Gold News

Gold Slides to New 3-Month Lows, But Fed "Must Do More" as Citigroup Asks for New Capital Injection

Gold Prices continued to slide early Wednesday, avoiding the collapse forecast by many analysts after dropping through $875 per ounce but reaching a series of fresh 3-month lows as the US Dollar rallied against the Euro, crude oil and the value of world stock markets.

"The previous low [of April Fool's Day] has been taken out and the technicals now quickly point to $850," says today's Gold Market note from Mitsui, the precious metals dealer.

"[But] the pull back in prices will be starting to get the interest of the physical players priced out of the market for so long."

The AM Fix in London today saw the Gold Price set at $867 per ounce, its lowest Fix in more than 13 weeks.

Despite reports of strong physical Gold demand from jewelers across India and south-east Asia – and even as the US Dollar pushed the Euro towards a one-month low beneath $1.5530 on the currency markets – the Gold Price in Euros also slid, dropping through €561 per ounce.

That was the top of Gold's previous surge ending May 2006. Today the price in Euros reached its lowest Morning Fix since late Dec. '07.

For British investors looking to Buy Gold today, the metal traded down to its lowest level since 7th January, some 15% below its record highs of March 17th.

"I don't think it's short selling, I think its liquidation," says George Gero of RBC Capital Markets.

"You have lower open interest [in the futures market], you have lower closing prices and you have higher [physical] deliveries than usual. And you have a fearsome Wednesday coming up."

Today the Federal Reserve will announce its latest interest-rate decision at 18:15 GMT. It's widely expected to make a "babystep" reduction of 0.25% before signaling – in its accompanying statement – the end of the cutting campaign begun in August '07.

Since the Fed's last 0.75% rate-cut in March, however, interbank lending rates have actually risen by 0.33% according to Bloomberg data.

Last night the biggest bank in America, Citigroup, announced a fresh $3 billion capital issue to add to the $40bn it's raised to defend its balance-sheet since Christmas.

"There's clearly a need for the Fed to do more,'' says Charles Lieberman, CIO at Advisors Capital Management in New Jersey and a former Fed economist.

"The underlying problem [remains that banks] are still nervous."

Also ignoring the US Treasury's outstanding $9 trillion deficit – and the United States' trade deficit of $235 billion for 2008 so far – "the sell-off in Gold can partly be ascribed to the Dollar," says today's note from Standard Bank in Johannesburg, South Africa, "after it gained ground against major currencies such as the Euro.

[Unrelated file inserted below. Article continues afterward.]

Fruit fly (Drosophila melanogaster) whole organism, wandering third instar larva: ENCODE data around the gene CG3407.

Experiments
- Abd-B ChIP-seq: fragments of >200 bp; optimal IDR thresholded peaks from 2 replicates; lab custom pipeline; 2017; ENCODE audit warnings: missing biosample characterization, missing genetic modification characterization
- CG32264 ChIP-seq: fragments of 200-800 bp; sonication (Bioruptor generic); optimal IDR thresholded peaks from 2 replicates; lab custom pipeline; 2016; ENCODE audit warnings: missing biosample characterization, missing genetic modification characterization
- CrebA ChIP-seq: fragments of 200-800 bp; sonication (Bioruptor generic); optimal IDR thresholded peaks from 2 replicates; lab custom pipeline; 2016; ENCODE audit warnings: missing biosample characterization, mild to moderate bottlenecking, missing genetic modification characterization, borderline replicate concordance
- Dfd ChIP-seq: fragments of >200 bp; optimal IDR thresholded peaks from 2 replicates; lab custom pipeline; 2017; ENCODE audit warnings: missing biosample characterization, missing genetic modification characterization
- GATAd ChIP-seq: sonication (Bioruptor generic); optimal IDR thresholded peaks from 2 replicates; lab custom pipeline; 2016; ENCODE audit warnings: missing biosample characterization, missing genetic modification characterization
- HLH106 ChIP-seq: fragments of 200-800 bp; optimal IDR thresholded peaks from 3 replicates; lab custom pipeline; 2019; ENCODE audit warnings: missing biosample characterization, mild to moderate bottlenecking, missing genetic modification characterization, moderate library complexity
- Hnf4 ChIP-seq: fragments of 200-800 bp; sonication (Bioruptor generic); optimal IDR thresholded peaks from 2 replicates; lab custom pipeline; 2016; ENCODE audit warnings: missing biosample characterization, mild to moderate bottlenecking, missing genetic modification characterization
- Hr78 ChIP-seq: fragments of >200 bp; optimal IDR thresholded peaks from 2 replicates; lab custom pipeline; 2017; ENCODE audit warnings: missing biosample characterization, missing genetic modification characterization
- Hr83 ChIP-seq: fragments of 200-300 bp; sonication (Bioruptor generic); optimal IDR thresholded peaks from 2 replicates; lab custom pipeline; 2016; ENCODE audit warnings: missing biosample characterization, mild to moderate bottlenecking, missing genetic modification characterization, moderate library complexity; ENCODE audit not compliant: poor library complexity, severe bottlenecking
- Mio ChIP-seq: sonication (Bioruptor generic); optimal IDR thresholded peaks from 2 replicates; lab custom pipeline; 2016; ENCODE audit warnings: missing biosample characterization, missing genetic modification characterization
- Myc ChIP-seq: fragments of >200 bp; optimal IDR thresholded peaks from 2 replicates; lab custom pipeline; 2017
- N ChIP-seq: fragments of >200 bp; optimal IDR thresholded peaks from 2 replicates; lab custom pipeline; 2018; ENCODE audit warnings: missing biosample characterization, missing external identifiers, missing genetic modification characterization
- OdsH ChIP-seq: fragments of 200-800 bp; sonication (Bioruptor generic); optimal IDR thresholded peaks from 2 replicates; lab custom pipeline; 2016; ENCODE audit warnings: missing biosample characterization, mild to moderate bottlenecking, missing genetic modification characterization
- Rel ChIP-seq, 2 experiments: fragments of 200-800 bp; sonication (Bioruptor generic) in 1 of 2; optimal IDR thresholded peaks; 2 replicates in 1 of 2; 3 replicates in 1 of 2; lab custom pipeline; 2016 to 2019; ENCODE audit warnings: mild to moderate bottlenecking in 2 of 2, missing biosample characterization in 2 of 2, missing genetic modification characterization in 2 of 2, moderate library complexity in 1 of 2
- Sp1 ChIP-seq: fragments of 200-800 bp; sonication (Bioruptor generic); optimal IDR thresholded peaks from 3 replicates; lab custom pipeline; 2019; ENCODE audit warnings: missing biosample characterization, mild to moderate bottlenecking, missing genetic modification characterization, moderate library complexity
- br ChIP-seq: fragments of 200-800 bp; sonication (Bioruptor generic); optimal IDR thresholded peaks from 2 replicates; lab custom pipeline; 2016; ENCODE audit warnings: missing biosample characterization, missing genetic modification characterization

"However, we perceive an undertone of nervousness not entirely explained by Dollar strength, which perhaps triggered even more selling."

World stock markets also slipped this morning, ticking 0.5% lower ahead of the Fed's decision today. Government bond prices rose, meantime, pushing interest rates lower in the open market across Asia and Europe.

Base metals fell after a report from Moody's forecast lower global demand in the back-half of 2008. Food stuffs continued to rise, however, pushing corn towards its eighth monthly gain on the run.

Crude oil slid below $115 per barrel, taking its losses from Monday's new record top to more than 3.4% as the Forties pipeline came back online in the North Sea after this weekend's strike action.

Petroleum staff in Nigeria may return to work later today, bringing another 860,000 barrels per day back on-stream.

Meantime in the Gold Market, new mining supplies from Zimbabwe – formerly the world No.18 in terms of annual output – fell by 61% last month from February, reaching just 0.3 tonnes.

China's gold output, in contrast, grew by almost 8% during the first three months of the year according to the Interfax agency, reaching 60.6 tonnes.

Overtaking South Africa as the world No.1 in 2007, however, China has in fact seen its output hold steady since 2005.

It's the collapse in US, Canadian, Australian and particularly South African output that has moved China into pole position as the world's biggest gold mining nation.

Today Gold Fields – the fourth largest gold mining company in the world – said four workers have died this week in separate incidents at its Driefontein and South Deep gold mines.

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Adrian Ash

Adrian Ash, BullionVault Gold News

Adrian Ash is director of research at BullionVault, the world-leading physical gold, silver and platinum market for private investors online. Formerly head of editorial at London's top publisher of private-investment advice, he was City correspondent for The Daily Reckoning from 2003 to 2008, and he has now been researching and writing daily analysis of precious metals and the wider financial markets for over 20 years. A frequent guest on BBC radio and television, Adrian is regularly quoted by the Financial Times, MarketWatch and many other respected news outlets, and his views from inside the bullion market have been sought by the Economist magazine, CNBC, Bloomberg, Germany's Handelsblatt and FAZ, plus Italy's Il Sole 24 Ore.

See the full archive of Adrian Ash articles on GoldNews.

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